So today I took an Uber from my house in the north Chicago suburbs to Midway International Airport to catch a flight back to Houston, TX thus ending an exciting and life-changing summer.
My Uber driver, Yefim, had a thick Eastern European accent and spoke decent English. After some light conversation, he asked me where I thought he was from. A couple incorrect guesses in, he told me, “My accent is from the Soviet Union.”
I was slightly caught off-guard. I’ve never heard someone actually claim to be from the Soviet Union. Usually, anyone from that area credits their accent to one of the fifteen states that were a part of the failed communist mega-country.
He told me he moved to the United States over 25 years ago, and I was intrigued about his life in Soviet Latvia, so I asked if he would tell me a little bit about it.
“Well, I am from current-day Latvia, but all the countries under the Soviet Union had to speak Russian. Schools taught in Russian…everything was Russian. Even if you were from another language, it was always Russian,” he explained. Going on, he said, “It was illegal to be a Christian and go to church. If you were caught, going to church…well, you would have a lot of trouble.”
“Do you feel like people born in America take for granted the freedom that we have here? The freedom to speak whatever language we want or follow whatever religion?” I asked him.
Yefim laughed and nodded saying, “I won’t speak for all Americans…but yes. America is the best country.”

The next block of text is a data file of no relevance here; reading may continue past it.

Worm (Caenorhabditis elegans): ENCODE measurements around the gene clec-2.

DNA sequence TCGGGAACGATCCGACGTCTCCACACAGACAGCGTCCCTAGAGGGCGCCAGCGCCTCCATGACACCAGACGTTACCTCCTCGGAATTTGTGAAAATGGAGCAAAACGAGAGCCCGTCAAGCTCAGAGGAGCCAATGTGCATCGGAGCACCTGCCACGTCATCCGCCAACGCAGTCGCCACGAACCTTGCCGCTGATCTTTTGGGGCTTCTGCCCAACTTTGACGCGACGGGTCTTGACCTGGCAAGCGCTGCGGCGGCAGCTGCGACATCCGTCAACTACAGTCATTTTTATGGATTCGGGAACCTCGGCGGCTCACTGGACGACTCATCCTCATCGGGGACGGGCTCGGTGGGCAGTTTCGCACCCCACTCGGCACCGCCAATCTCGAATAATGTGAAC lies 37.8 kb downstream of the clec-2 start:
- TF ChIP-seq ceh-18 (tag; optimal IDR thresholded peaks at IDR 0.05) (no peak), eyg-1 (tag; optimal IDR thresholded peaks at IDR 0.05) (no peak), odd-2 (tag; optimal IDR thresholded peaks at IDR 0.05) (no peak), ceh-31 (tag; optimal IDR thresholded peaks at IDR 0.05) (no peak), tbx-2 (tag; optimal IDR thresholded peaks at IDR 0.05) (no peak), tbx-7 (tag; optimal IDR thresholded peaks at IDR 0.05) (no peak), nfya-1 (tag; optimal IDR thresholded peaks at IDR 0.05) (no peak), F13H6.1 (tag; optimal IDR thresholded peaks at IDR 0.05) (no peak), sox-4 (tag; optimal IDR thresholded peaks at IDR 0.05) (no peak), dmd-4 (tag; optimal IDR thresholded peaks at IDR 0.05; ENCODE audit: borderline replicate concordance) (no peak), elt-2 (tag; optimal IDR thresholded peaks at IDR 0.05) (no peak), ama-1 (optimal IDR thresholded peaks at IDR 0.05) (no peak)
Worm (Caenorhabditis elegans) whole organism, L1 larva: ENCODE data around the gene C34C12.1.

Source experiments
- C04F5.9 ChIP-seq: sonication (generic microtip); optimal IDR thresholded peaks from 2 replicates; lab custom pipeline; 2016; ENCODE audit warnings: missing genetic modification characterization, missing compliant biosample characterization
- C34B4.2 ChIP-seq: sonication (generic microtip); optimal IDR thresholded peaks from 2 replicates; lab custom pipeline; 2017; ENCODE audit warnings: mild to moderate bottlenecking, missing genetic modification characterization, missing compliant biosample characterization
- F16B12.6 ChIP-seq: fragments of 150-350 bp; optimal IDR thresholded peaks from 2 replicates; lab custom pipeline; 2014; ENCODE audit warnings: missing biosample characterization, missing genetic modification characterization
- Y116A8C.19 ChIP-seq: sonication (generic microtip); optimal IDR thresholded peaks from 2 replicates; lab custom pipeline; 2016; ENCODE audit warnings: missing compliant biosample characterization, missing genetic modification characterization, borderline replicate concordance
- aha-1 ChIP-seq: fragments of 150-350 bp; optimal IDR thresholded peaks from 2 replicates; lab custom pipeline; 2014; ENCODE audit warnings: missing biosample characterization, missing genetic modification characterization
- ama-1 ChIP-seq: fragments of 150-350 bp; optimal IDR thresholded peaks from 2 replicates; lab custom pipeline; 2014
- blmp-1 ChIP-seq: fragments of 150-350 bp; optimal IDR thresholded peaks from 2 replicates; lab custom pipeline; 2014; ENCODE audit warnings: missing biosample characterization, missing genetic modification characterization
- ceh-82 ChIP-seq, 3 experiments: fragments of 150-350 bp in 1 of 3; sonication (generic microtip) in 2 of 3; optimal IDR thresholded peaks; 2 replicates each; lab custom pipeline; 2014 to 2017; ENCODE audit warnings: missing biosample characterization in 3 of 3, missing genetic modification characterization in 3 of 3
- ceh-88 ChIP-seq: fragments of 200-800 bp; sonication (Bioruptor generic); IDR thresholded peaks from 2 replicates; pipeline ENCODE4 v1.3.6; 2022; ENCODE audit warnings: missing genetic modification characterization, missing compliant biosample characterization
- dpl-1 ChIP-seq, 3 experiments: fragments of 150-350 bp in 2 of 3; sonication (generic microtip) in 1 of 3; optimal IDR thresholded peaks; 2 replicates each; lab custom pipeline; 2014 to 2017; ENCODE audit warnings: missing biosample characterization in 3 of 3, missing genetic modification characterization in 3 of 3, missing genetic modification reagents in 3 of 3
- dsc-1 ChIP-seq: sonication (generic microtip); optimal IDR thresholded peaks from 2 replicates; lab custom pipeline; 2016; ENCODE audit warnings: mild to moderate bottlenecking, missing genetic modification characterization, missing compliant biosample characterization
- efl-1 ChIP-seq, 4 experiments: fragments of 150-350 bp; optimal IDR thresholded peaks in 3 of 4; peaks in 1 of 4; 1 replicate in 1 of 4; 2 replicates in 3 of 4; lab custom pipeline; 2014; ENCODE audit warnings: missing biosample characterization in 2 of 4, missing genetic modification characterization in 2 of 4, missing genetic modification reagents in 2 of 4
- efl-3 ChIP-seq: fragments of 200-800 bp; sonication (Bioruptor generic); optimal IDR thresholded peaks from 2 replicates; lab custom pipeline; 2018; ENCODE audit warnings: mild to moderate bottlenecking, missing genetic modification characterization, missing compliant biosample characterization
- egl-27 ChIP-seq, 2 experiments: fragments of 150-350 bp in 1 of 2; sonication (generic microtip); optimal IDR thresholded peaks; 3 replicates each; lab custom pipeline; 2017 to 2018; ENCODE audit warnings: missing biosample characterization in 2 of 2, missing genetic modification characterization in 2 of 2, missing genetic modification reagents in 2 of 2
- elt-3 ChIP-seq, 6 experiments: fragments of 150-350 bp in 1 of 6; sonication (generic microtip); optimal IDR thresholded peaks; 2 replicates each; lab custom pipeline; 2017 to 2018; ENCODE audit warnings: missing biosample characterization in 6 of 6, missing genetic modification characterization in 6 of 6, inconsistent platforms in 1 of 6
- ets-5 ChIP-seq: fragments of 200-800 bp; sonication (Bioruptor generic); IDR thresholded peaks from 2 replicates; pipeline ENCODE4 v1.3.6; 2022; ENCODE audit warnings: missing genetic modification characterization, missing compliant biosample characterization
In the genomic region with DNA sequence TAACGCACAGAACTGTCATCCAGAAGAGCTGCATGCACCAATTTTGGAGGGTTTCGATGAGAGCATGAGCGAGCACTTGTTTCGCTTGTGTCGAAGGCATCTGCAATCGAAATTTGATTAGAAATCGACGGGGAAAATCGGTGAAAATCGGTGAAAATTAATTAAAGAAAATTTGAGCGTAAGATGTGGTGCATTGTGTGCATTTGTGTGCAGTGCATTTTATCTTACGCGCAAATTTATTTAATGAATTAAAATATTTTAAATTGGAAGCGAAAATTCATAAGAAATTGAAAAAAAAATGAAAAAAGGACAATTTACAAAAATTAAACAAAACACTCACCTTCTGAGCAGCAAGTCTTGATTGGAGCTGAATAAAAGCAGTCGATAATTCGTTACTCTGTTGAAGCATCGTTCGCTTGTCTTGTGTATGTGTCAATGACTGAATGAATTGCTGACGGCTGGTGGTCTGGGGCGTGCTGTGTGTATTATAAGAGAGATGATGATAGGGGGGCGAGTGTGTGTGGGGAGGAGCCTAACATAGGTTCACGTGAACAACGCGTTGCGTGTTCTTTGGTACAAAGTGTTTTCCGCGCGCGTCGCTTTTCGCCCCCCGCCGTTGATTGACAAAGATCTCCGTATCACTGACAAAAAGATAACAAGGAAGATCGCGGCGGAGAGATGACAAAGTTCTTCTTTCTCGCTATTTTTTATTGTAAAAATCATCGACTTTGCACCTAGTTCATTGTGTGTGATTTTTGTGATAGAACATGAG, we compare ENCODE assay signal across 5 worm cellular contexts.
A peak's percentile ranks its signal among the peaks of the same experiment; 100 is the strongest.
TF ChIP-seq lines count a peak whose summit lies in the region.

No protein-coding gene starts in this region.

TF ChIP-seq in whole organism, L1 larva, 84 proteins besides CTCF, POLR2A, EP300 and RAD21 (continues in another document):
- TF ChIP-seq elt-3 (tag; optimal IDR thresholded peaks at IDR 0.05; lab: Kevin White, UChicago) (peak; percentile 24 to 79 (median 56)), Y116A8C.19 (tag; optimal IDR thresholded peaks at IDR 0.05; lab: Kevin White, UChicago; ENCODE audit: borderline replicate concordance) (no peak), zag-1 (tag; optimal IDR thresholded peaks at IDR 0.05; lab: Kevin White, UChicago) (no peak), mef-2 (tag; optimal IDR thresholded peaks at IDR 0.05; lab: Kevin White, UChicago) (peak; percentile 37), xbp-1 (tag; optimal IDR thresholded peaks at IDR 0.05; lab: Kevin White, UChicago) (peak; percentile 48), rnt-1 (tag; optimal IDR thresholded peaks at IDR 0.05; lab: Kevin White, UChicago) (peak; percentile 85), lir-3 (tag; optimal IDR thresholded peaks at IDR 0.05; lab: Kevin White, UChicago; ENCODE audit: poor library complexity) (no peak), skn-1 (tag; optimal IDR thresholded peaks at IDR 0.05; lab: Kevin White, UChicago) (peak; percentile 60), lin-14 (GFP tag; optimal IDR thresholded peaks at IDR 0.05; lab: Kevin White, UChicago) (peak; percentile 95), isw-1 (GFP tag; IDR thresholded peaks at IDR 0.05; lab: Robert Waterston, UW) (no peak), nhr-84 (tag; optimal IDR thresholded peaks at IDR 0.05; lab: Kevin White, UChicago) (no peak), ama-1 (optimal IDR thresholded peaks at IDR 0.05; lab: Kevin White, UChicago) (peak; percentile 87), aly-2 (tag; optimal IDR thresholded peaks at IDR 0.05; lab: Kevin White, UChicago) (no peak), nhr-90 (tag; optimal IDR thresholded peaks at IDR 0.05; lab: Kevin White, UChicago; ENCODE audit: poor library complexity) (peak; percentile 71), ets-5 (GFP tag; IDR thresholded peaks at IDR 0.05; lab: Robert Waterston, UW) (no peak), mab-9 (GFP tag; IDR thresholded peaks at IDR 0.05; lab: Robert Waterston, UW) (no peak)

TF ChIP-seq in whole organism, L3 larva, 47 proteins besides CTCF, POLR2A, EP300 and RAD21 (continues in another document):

I agreed, of course, and I went off on my typical speech about how in no other country do we have even close to the same freedoms we do here in America but how we are so close to losing that.
“You know, I came here with two suitcases – that’s it. And now I have a family, a good job, a beautiful home, and I get to take a vacation every six months. I couldn’t do that in the Soviet Union,” Yefim passionately explained. “So many people come here and talk about how they hate America. There are thousands who want to be here and would love to come and work and make their own life.”
America is truly the greatest country in the history of the world. We are home to the greatest innovators. We lead the world in every capacity. There is and never has been any country like the United States of America.
Yefim is the perfect example of what an American is. While he may not have been born here, he is full of ambition, tenacity, and resiliency. He emigrated from Soviet Union to pursue a life characterized by freedom and prosperity and not communism and misery.
Something he told me, I will never forget. Yefim said that the greatest decision in his life, after starting a family, was to come to America, and I’m so glad he did because my hour-long Uber ride was a much-needed reminder of the power, beauty, and passion of the American dream.